The need to understand how to design and set up an investigative experiment is nearly universal to all students in engineering, applied technology and science, as well as many of the social sciences. Many schools offer courses in this fundamental skill and this book is meant to offer an easily accessible introduction to the essential tools needed, including an understanding of logical processes, how to use measurement, the do’s and don’ts of designing experiments so as to achieve reproducible results and the basic mathematical underpinnings of how data should be analyzed and interpreted. The subject is also taught as part of courses on Engineering statistics, Quality Control in Manufacturing, and Senior Design Project, in which conducting experimental research is usually integral to the project in question.
Covers such essential fundamentals as "definitions," "quantification," and standardization of test materials
Shows students and professionals alike how to plan an experiment—from how to frame a proper Hypothesis to designing an experiment to accurately reflect the nature of the problem to "designing with factors."
Includes a separate section on the use of Statistics in Experimental Research, including overview of probability and statistics, as well as Randomization, Replication and Sampling, as well as proper ways to draw statistical inferences from experimental data.
Undergraduate and first-year graduate students in most engineering disciplines taking required or optional course in “Design of Experiments,” “Senior Design Project,” “Capstone Design Project,” “Engineering Statistics,” and other course related to experimental research, data analysis and statistical inference.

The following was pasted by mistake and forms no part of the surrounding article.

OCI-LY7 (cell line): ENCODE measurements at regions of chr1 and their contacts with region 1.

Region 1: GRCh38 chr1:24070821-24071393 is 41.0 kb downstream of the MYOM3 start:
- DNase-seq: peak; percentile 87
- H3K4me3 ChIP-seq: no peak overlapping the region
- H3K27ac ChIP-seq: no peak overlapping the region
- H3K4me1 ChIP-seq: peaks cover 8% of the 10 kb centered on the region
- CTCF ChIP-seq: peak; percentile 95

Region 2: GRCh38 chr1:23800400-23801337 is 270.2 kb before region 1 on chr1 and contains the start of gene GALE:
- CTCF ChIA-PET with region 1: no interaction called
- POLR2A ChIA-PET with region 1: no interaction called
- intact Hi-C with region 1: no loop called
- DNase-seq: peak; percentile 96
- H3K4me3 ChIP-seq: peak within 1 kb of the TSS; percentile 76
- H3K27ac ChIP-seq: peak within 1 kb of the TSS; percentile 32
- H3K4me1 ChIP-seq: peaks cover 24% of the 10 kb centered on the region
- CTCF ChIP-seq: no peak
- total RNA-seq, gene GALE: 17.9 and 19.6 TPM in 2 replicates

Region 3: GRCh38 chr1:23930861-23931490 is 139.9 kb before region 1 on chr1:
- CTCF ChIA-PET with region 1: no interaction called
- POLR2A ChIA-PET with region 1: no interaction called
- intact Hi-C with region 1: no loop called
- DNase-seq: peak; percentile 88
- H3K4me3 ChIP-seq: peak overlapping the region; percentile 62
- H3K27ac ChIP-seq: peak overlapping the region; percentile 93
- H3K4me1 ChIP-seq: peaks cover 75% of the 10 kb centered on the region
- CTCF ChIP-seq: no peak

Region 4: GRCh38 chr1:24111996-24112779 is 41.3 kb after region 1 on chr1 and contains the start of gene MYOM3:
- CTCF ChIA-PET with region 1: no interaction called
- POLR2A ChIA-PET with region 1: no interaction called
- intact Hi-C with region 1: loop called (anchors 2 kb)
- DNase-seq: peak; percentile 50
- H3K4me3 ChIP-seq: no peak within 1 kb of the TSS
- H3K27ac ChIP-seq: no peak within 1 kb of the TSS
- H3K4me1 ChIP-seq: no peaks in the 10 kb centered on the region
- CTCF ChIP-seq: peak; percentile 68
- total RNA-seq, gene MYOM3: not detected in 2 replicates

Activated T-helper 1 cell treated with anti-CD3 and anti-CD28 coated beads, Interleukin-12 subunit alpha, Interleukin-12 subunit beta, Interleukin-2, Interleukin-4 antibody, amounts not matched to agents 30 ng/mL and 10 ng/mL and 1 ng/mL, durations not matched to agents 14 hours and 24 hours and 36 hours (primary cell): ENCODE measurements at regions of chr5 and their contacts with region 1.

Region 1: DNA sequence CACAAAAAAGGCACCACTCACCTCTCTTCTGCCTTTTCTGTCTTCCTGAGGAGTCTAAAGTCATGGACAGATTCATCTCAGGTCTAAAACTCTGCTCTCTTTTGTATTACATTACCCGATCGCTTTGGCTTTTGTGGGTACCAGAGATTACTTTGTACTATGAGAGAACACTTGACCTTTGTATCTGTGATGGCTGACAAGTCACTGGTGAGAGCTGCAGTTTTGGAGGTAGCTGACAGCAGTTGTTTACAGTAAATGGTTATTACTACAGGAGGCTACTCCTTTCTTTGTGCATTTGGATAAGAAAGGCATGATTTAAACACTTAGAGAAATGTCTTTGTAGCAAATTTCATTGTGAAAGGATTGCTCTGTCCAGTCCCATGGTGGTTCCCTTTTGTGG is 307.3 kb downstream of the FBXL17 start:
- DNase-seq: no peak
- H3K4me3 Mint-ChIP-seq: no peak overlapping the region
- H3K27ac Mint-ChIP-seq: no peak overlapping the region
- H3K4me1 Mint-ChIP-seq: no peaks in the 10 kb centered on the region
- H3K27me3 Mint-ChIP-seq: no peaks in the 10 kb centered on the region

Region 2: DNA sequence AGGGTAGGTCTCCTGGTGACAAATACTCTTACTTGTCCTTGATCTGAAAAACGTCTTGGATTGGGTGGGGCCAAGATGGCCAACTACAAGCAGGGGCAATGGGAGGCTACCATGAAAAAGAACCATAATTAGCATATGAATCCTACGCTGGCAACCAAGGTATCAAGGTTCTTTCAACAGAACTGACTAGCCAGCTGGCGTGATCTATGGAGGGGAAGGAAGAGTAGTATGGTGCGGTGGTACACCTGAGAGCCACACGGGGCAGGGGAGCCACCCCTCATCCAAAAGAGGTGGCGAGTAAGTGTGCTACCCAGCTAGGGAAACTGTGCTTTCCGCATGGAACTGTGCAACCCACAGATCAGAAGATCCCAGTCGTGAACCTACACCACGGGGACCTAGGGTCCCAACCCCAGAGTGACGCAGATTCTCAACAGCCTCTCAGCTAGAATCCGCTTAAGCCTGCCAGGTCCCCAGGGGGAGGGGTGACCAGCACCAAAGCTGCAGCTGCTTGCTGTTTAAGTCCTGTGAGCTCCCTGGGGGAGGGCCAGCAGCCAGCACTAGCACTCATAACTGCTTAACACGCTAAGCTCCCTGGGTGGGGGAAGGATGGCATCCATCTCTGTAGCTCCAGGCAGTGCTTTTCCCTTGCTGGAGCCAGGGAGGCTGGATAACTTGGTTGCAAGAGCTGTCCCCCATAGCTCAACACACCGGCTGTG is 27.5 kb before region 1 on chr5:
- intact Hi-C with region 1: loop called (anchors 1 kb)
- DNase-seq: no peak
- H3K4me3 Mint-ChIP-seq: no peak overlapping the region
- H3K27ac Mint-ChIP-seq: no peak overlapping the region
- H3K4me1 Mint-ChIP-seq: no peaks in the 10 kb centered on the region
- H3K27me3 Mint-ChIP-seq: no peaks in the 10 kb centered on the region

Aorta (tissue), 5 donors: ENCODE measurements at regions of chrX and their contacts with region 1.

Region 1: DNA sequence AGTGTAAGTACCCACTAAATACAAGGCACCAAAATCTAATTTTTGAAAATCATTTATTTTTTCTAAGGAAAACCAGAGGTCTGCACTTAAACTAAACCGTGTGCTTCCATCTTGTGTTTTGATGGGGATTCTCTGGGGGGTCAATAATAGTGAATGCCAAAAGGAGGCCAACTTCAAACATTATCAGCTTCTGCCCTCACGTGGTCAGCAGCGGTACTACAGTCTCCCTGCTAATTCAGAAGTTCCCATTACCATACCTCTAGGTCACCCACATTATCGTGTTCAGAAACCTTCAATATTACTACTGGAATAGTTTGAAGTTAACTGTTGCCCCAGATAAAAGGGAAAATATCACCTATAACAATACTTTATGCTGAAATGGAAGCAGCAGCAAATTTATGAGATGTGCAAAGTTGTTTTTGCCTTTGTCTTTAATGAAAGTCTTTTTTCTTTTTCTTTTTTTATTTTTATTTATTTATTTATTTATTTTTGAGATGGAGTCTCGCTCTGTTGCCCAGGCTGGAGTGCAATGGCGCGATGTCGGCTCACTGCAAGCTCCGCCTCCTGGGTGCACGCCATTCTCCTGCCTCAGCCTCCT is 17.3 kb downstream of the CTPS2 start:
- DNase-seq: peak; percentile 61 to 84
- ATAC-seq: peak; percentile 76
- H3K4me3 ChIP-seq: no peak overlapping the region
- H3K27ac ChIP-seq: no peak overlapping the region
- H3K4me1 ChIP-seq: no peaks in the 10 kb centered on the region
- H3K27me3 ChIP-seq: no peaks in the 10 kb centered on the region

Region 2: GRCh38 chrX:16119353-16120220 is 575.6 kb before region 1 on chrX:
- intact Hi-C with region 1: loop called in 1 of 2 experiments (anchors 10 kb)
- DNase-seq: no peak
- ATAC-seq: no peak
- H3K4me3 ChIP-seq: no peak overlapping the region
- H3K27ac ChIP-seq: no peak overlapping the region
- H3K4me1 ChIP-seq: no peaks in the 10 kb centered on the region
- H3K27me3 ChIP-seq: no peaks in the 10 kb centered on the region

1 Experimental Research in Science: Its Name and Nature 1.1 Defining Science 1.2 Science: Play or Profession 1.3 Science and Research 1.4 Varieties of Experimental Research 1.5 Conventional Researchers 1.6 Bibliography
2 The Importance of Definitions 2.1 Toward Definition 2.2 Defining "Definition" 2.3 Common Terms Used in Definitions 2.4 Varieties of Definitions 2.4.1 A. Direct and B. Indirect Definitions 2.4.2 C. Informal and D. Formal Definitions 2.4.3 E. Lexical and F. Stipulated Definitions 2.4.4 G. Nominal and H. Real Definitions 2.4.5 J. Definitions by Denotation 2.4.6 K. Ostensive Definitions 2.4.7 L. Definitions by Genus and Difference 2.5 Need for Definitions 2.6 What Definitions Should and Should Not Do 2.7 References 2.8 Bibliography
3 Aspects of Quantification 3.1 Quantity and Quality 3.2 The Uses of Numbers 3.3 An Intellectual Close-up of Counting 3.4 The Process of Measurement 3.5 Quantities and Measurements 3.6 Derived Quantities 3.7 Units for Measurement 3.8 Fundamental Quantities and Dimensions 3.9 Dimensional Analysis 3.10 Accuracy versus Approximation 3.11 Bibliography
4 The Purpose and Principles Involved in Experimenting 4.1 The Purpose of Experimenting 4.2 Cause and Effect 4.3 Pertinence and Forms of Cause 4.4 Mill’s Methods of Experimental Inquiry 4.4.1 Method of Agreement 4.4.2
- No. of pages:
- © Butterworth-Heinemann 2006
- 1st December 2005
- eBook ISBN:
- Hardcover ISBN:
Professor, Mechanical Engineering, University of Massachusetts, Dartmouth